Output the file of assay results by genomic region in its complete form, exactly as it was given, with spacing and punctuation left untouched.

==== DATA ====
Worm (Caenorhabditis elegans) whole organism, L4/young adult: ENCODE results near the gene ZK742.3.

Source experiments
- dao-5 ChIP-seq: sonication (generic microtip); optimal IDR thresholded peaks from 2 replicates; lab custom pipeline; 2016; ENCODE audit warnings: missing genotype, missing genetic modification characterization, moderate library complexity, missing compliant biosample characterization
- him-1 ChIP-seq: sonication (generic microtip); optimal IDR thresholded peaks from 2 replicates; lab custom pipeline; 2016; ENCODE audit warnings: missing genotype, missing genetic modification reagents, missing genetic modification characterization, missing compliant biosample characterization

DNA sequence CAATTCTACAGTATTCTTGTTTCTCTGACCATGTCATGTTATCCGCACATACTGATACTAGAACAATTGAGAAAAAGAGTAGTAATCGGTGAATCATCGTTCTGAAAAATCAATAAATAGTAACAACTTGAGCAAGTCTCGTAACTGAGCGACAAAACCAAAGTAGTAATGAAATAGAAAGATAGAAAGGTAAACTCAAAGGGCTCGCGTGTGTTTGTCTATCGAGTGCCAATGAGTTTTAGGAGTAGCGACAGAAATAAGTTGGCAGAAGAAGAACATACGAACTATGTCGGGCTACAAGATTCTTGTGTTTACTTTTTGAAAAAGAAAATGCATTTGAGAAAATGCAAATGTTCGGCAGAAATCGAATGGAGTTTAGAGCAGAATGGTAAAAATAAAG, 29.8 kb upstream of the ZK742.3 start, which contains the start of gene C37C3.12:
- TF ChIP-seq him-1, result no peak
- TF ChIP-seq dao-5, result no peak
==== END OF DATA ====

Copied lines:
Worm (Caenorhabditis elegans) whole organism, L4/young adult: ENCODE results near the gene ZK742.3.

Source experiments
- dao-5 ChIP-seq: sonication (generic microtip); optimal IDR thresholded peaks from 2 replicates; lab custom pipeline; 2016; ENCODE audit warnings: missing genotype, missing genetic modification characterization, moderate library complexity, missing compliant biosample characterization
- him-1 ChIP-seq: sonication (generic microtip); optimal IDR thresholded peaks from 2 replicates; lab custom pipeline; 2016; ENCODE audit warnings: missing genotype, missing genetic modification reagents, missing genetic modification characterization, missing compliant biosample characterization

DNA sequence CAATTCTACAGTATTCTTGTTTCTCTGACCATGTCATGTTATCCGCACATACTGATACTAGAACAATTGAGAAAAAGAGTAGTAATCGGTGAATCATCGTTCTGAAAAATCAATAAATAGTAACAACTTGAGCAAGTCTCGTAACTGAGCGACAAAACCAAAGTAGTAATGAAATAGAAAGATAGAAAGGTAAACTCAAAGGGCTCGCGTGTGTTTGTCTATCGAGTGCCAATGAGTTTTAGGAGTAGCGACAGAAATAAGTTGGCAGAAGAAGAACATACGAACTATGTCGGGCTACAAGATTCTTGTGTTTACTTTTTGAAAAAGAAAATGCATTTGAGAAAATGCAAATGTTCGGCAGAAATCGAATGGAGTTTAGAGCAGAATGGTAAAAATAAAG, 29.8 kb upstream of the ZK742.3 start, which contains the start of gene C37C3.12:
- TF ChIP-seq him-1, result no peak
- TF ChIP-seq dao-5, result no peak